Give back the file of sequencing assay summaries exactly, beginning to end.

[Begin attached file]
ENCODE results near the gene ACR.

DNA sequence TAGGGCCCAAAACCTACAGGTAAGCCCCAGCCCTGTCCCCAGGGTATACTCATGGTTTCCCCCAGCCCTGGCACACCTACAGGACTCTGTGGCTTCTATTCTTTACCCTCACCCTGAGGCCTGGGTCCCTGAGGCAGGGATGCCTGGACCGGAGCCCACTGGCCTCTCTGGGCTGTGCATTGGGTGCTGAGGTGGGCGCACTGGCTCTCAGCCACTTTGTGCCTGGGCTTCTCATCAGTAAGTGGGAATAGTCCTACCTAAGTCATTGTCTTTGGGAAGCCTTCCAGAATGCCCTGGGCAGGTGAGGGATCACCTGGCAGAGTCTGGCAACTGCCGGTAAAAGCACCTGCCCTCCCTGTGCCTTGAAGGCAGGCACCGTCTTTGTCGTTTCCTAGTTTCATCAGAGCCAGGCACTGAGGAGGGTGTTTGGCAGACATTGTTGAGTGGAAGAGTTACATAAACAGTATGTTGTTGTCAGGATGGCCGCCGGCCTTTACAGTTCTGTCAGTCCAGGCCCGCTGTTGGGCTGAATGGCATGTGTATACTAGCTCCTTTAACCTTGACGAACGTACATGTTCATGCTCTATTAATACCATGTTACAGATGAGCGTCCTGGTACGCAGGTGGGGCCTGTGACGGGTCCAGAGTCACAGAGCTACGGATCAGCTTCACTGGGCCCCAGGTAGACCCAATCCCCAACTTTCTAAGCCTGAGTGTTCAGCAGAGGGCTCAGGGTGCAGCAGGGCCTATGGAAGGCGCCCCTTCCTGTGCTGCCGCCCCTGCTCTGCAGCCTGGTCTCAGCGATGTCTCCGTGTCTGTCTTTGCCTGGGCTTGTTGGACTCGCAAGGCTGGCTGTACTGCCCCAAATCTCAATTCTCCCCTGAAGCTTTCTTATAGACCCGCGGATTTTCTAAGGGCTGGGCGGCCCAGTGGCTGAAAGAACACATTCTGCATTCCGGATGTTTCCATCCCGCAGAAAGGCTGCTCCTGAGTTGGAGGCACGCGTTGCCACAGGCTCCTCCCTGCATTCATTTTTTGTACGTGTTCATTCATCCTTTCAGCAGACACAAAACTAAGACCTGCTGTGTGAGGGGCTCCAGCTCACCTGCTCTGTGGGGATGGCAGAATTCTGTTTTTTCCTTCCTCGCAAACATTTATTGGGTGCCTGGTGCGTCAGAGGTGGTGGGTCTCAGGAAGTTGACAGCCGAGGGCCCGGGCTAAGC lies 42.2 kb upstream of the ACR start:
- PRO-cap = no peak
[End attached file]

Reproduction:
ENCODE results near the gene ACR.

DNA sequence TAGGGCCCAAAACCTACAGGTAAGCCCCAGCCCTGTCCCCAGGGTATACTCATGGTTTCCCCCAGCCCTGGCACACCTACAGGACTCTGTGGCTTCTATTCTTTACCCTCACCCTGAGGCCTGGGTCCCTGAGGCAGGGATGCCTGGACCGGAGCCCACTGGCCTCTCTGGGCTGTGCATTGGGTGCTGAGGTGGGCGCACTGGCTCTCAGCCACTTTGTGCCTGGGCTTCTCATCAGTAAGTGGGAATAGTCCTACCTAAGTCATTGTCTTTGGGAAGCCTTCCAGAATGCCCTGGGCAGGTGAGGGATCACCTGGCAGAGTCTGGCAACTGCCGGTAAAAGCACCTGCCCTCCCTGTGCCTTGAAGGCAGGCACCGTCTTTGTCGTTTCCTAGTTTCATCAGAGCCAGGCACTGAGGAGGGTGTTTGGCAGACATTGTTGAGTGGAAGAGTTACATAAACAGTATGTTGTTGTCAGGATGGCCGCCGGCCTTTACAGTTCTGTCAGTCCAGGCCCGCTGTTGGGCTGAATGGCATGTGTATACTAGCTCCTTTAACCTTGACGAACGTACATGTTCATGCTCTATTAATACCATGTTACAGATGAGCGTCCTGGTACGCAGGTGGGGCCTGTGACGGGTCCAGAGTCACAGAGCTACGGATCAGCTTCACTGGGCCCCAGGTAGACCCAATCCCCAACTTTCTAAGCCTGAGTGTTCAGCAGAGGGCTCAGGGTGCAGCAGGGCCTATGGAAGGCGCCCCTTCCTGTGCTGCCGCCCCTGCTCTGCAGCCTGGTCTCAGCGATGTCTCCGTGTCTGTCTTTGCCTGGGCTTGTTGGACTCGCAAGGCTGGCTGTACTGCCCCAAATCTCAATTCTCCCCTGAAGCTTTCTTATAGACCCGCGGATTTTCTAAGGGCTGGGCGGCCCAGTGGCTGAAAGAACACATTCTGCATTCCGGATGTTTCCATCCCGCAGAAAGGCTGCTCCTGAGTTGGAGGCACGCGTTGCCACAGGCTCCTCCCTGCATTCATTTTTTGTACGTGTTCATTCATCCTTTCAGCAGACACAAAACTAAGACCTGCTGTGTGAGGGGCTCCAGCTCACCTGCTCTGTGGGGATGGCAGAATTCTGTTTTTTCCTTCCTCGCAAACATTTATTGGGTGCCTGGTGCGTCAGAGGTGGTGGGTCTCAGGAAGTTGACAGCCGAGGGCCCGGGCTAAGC lies 42.2 kb upstream of the ACR start:
- PRO-cap = no peak